How to: Etape Registration
The L'Etape registration is a very fun part of doing L'Etape.
Apart from the necessary registration, the L'Etape registration is a fun few hours hanging out at a mini bike show.
Loads of manufacturers like Time, Ridley, Look, Specialized, Trek, SRAM are at the registration with loads of things for sale.
You'll be able to buy energy gels and bars, as well as probably the best cycling socks I've ever bought (3 pairs 2009, 6 pairs 2010).
We turned up at 8.00AM and promptly were turned around as registration didn't start until 9AM. We headed down to the Pau train station (Gare de Pau) and had coffee and croissants.
Registration times are advised closer to the date, however they are roughly:
-2 days prior: 2PM-8PM
-The day before: 9AM-8PM
If the registration days are on TDF days, you'll be able to register in the morning and head to the TDF to watch if it's nearby.
The registration is actually pretty painless and well organised.
You take your entry passport and passport to a section dedicated just to your group (e.g. riders 2000-3500), and present it (hint: knowing some French, at least “hello” and “thank you” is much appreciated by the French – check out Coffee Break French).
After receiving your entry pack, you go and get your backpack and tshirt (medium is the smallest size?!!). The backpack comes with Etape waterbottle and other schwag.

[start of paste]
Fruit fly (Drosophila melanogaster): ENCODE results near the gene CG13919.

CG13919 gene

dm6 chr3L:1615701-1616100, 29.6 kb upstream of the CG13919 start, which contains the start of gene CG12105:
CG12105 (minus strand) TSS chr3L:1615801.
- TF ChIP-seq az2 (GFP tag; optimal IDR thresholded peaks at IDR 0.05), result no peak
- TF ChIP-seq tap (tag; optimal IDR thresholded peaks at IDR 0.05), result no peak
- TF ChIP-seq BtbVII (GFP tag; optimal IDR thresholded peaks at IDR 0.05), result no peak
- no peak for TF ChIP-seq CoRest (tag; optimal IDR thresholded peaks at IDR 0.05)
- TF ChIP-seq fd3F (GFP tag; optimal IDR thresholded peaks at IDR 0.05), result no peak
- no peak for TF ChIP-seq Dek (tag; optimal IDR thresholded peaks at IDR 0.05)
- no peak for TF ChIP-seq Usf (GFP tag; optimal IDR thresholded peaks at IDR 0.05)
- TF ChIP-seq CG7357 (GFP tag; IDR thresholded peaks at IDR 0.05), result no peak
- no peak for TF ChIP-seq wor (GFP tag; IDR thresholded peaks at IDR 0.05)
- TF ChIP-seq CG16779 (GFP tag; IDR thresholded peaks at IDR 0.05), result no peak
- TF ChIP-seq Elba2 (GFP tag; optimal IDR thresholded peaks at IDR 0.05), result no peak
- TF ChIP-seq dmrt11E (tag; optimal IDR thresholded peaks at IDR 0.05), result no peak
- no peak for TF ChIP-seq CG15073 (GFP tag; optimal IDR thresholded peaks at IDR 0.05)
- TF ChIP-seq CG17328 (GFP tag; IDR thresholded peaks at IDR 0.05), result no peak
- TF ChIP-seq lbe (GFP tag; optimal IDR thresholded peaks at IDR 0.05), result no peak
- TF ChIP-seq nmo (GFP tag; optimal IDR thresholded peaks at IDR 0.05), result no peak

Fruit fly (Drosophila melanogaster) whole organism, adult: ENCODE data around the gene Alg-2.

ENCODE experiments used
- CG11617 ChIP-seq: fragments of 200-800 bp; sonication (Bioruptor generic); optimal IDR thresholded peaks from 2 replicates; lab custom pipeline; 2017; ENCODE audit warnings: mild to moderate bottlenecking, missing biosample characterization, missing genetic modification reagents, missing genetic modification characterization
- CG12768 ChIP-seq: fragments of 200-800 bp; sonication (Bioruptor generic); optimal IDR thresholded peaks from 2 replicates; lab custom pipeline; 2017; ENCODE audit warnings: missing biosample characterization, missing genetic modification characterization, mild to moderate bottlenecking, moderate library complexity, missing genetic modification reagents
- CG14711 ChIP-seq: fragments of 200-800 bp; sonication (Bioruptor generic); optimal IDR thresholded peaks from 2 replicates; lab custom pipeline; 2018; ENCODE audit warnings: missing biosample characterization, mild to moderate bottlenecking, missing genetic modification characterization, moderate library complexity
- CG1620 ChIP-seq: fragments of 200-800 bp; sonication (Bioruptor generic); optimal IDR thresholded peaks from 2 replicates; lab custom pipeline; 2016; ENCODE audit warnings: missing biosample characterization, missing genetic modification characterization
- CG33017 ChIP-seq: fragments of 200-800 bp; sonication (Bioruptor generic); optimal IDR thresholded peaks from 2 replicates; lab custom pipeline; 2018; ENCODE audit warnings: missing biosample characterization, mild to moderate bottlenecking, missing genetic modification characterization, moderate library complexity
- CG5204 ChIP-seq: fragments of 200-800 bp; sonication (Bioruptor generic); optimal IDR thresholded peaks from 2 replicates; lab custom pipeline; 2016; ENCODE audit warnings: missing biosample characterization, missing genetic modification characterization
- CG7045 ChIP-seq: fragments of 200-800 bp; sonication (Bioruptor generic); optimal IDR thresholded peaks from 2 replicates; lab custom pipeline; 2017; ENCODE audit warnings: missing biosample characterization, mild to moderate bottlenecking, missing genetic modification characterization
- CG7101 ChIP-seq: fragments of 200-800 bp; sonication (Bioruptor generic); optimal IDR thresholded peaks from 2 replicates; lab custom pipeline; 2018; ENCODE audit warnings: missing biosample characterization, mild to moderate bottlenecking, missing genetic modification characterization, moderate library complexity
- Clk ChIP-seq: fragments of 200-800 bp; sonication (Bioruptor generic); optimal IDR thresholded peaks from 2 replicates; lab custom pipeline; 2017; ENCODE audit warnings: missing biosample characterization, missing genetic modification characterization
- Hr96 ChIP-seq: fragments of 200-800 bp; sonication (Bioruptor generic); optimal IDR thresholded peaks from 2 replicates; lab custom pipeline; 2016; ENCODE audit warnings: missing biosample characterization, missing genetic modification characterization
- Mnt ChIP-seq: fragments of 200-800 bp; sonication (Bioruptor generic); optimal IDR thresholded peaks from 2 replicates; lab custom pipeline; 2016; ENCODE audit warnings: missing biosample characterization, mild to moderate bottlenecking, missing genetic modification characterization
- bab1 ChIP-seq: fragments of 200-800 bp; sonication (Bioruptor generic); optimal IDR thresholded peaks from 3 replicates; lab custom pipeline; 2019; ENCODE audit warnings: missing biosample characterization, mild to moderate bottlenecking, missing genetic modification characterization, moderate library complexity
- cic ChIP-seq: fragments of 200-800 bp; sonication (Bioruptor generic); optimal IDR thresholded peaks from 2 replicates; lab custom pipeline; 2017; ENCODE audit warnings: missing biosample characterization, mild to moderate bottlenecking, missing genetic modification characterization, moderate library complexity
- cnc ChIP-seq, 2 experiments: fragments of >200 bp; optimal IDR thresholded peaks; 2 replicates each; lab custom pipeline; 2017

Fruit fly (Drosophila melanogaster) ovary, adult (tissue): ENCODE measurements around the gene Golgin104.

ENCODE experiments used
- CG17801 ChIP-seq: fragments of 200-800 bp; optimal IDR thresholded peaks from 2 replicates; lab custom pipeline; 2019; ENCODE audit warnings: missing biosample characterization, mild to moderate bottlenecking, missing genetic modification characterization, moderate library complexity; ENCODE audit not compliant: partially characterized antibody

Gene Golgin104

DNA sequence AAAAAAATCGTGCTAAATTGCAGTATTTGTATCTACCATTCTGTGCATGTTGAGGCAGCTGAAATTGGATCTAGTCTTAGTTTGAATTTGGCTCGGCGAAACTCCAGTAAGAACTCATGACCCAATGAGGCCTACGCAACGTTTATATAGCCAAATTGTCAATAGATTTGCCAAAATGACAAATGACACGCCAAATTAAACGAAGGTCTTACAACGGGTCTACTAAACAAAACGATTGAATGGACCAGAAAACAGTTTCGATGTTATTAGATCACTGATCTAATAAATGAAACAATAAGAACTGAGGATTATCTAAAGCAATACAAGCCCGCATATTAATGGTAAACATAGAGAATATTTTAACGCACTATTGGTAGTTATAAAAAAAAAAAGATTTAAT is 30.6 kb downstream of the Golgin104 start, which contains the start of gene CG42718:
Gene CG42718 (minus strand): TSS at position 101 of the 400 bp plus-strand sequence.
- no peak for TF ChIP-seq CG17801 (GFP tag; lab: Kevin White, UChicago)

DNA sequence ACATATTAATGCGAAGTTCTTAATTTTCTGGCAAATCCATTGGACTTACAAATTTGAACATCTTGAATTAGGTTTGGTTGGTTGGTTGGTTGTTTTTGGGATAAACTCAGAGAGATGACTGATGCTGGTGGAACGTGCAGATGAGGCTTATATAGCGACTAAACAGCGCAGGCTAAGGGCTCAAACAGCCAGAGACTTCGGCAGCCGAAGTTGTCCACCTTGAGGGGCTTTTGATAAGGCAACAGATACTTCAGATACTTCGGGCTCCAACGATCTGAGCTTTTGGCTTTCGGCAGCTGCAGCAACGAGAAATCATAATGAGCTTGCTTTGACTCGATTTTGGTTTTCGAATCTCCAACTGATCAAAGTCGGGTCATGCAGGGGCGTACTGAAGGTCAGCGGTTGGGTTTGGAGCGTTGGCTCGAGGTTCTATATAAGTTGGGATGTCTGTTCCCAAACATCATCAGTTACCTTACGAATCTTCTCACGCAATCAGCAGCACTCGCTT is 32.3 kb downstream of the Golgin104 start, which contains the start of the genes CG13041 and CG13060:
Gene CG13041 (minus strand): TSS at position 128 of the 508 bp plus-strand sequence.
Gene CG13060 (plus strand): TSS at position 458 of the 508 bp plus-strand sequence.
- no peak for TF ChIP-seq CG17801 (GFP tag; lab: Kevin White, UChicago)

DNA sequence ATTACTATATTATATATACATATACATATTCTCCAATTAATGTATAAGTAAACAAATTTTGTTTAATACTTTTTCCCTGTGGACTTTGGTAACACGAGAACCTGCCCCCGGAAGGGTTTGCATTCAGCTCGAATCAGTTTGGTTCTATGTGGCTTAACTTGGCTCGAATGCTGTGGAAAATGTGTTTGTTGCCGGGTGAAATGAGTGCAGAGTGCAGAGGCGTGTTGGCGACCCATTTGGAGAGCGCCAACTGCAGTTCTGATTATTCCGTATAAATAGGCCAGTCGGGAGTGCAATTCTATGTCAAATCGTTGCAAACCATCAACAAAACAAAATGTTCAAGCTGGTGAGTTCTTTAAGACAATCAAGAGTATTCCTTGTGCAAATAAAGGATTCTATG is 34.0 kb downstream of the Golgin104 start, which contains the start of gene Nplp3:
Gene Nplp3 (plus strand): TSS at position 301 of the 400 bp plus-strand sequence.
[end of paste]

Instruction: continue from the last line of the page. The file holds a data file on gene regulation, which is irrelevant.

Hint: if your pack doesn't get this red mark on it, you could probably pass it to a friend and get them to go and get another tshirt/backpack pack.
After this, you're free to roam around taking in the sights and sounds.
You’ll need cash is in case you find anything you’d like to buy. There are loads and loads of very cool and great-value souvenirs. Whilst most places accept credit cards, some take cash only.
Happily, there's usually coffee, and the Rapha VW Kombi was there knocking out some pretty respectable coffee.
There are usually some free mechanics on site for Etape entrants to make use of. We all had our bikes checked for various reasons (turns out the noise in my cranks was a cracked bottom bracket, which I found out upon my return) in 2010.
In 2009 and 2010 Mavic provided this service, with multiple mechanics on site and almost all speaking some English.
However, I strongly recommend getting your bike serviced before you go, and don’t plan on using them unless absolutely necessary.
Below are some photos I reeled off, including Cancellara's motorised bike!
All in all, a pretty fun morning, and I can't wait to do it all again next year!
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